MarylandReporter.com welcomes Barry Rascovar as a regular contributor. We have been linking to his columns in the daily roundup for years, but we will be publishing his columns simultaneously with his own blog, PoliticalMaryland.com. Rascovar has been reporting and commenting on Maryland and national politics and government since 1971, first for the Baltimore Sun, then the Gazette of Politics and Business and The Community Times.
In the future, we hope to add commentary from other writers, from the right, left and center, in addition to the many editorials and op-eds we link to in the daily State Roundup.
–Len Lazarick, Editor
It’s hard to tell how things can get worse for Maryland’s Republican Party:
- A nasty civil war is raging on the Upper Eastern Shore over replacing one of the GOP’s few bright lights, state Sen. E. J. Pipkin, who opted to pursue a master’s degree in sports management in Texas.
- The Lower Eastern Shore’s GOP senator, Richard Colburn, is trying to explain to auditors (and the public) why he reimbursed himself from his campaign fund for $4,600 worth of Oriole baseball tickets, $23,000 in meals, $3,900 in lodging, $3,400 in gas and $600 for flowers.
- An Anne Arundel County delegate got himself arrested yet again for potentially lethal intoxication, this time while driving a weaving car at 70 mph with an expired license. Don Dwyer refuses to take the hint from colleagues to resign. He’s got a serious addiction he needs to address before he’s fit for elective office.
- The latest state GOP staff director to resign is David Ferguson. His sudden departure fueled reports Ferguson was fed up with the new party chair, Diana Waterman, who won her job in a disputed, internecine internal election. (She replaced ex-Sen. Alex Mooney, who left Maryland to run in a Republican-friendly congressional district in West Virginia.) The state party once again is short on cash and lacks the kinds of candidates to filed a viable statewide ticket next year.
What a pathetic situation.
Bickering Eastern Shore Republicans are so torn they could hand their hated foe, Democratic Gov. Martin O’Malley, the power to name the next Upper Shore senator. Not only is the GOP losing its most articulate Senate spokesman, the party could end up losing this seat in 2014.
Indeed, Senate Republicans might well find themselves greatly diminished next year. Democrats could pick up Sen. Allan Kittleman’s seat in Howard County when he runs for county executive, the seat of retiring Sen. Nancy Jacobs in Harford County and possibly Pipkin’s old seat if the squabbling Upper Shore Republicans savage each other in a brutal primary, as seems likely.
You have to wonder why the commotion. Republicans have made themselves irrelevant in Maryland’s populous midsection. The chances of electing a Republican in Baltimore City or Prince George’s County, for instance, come down to Slim and None — and Slim left town decades ago.
Shrinking Voter Appeal
Except in rural counties and a few suburban outposts, the state GOP is Maryland’s incredible shrinking party.
Ten years ago, 30% of Maryland voters registered Republican. That is now down to 25%. Even independents outnumber Republicans by 9,000 in Montgomery County, 13,000 in Prince George’s and 19,000 in Baltimore City.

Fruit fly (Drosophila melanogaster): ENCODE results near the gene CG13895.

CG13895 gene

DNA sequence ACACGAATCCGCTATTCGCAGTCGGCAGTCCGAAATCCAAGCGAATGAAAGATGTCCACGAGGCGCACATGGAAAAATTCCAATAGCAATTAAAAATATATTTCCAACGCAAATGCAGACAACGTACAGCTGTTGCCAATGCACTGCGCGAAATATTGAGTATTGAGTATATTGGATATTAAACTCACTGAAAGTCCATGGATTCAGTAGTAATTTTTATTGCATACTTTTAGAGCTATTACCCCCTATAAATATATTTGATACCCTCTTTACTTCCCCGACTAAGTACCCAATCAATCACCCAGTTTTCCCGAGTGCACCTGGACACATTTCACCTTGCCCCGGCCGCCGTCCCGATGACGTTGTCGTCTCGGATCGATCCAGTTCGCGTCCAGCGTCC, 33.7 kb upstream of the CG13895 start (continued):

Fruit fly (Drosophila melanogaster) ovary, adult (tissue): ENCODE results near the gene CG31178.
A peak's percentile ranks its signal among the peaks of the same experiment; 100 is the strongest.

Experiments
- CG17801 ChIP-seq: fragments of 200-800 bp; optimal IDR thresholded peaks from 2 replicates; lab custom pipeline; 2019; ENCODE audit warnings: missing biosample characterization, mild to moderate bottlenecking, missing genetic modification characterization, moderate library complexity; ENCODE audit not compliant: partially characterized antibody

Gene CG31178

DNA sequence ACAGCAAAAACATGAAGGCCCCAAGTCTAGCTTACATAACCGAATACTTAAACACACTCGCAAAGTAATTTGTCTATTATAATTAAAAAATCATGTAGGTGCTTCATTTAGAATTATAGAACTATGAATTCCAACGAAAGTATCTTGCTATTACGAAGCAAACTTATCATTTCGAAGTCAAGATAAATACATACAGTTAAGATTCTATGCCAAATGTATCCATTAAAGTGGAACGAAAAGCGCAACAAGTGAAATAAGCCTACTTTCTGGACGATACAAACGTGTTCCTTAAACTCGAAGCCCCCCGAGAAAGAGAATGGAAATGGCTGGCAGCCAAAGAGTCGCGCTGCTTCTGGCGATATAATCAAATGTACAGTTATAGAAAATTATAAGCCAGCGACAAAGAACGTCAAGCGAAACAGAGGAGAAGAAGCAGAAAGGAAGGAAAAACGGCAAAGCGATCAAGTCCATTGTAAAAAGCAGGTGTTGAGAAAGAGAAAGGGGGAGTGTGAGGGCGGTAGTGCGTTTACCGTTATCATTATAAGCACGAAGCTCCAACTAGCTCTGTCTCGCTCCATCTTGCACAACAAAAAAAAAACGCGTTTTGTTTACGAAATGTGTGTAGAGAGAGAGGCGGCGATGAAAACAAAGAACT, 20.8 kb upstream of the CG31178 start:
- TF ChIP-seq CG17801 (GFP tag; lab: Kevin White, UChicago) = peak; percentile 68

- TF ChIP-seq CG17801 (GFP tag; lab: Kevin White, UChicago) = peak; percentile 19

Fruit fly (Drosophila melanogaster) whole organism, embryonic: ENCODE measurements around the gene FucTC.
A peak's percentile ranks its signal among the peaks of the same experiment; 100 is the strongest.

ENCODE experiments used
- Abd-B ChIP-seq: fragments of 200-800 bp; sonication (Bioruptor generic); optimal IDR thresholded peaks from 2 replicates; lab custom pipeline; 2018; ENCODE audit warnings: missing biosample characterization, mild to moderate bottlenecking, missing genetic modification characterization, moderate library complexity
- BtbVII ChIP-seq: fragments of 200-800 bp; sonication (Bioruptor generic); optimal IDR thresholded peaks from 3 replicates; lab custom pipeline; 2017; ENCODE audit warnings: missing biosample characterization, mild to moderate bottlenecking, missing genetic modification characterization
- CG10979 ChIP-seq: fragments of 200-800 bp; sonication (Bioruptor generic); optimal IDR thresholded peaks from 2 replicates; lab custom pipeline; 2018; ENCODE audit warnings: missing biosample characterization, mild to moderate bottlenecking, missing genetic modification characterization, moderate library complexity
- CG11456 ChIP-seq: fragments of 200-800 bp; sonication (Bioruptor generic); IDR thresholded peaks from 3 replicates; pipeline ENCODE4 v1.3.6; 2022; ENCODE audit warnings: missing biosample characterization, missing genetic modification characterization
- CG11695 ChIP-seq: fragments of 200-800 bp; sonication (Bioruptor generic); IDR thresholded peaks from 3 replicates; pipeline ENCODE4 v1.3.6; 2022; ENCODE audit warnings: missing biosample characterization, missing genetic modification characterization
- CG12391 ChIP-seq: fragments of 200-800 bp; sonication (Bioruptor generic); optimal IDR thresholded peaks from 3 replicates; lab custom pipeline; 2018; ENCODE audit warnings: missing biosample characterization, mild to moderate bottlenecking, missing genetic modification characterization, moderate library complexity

The news isn’t much better in important Republican strongholds. Since 2003, Frederick County Democrats have added nearly twice as many voters to its rolls as did Republicans. Independent voters increased twice as fast as new GOP registrants, too.
In Harford County, independent registrants since 2003 equal the number of new GOP voters.
In Anne Arundel County, Democrats, not Republicans, registered more new voters in the past 10 years; both parties were eclipsed by a wide margin by new independent voters.
In Baltimore County, which contains the largest number of Republicans, independent voters registered at twice the rate as Republicans; the number of new Democratic voters grew three times as fast.
Grand Old Party no more
The state’s Grand Old Party is no longer grand, is not aging well and is not much of a political party. The battle between pragmatic conservatives and ideological purists looks like a bunch of vultures fighting over the scant remains of an unrecognizable skeleton.
This follows a trend in many other urban states where the GOP no longer has a message that resonates with voters. It seems lost on a stormy sea.
More and more it is turning into a party of neo-Dixiecrats — hostile to minorities of all stripes; hostile to immigrants; hostile to the poor; hostile to government spending regardless of its purpose; hostile to federal authority of any kind, and incendiary in its seething hatred of a president who is both black and liberal.
It is not a pretty picture. Look around the country where Missouri Republicans voted to outlaw federal gun-law enforcement. Look at North Carolina and Texas where Republicans voted to deter blacks and Hispanics from voting. Look at Arizona and other Republican states that voted to nullify federal immigration policies.
Today’s Republican Party, both in Maryland and nationally, lacks a coherent set of values and beliefs that can capture statewide offices in Annapolis or the national presidency.
The upcoming insanity in Washington over raising the nation’s debt ceiling (let’s not pay our IOUs) and notching up sequestration’s budget screws could come to symbolize the growing futility and disintegration of the GOP.
It’s no longer the Party of Lincoln — and that’s the greatest tragedy.
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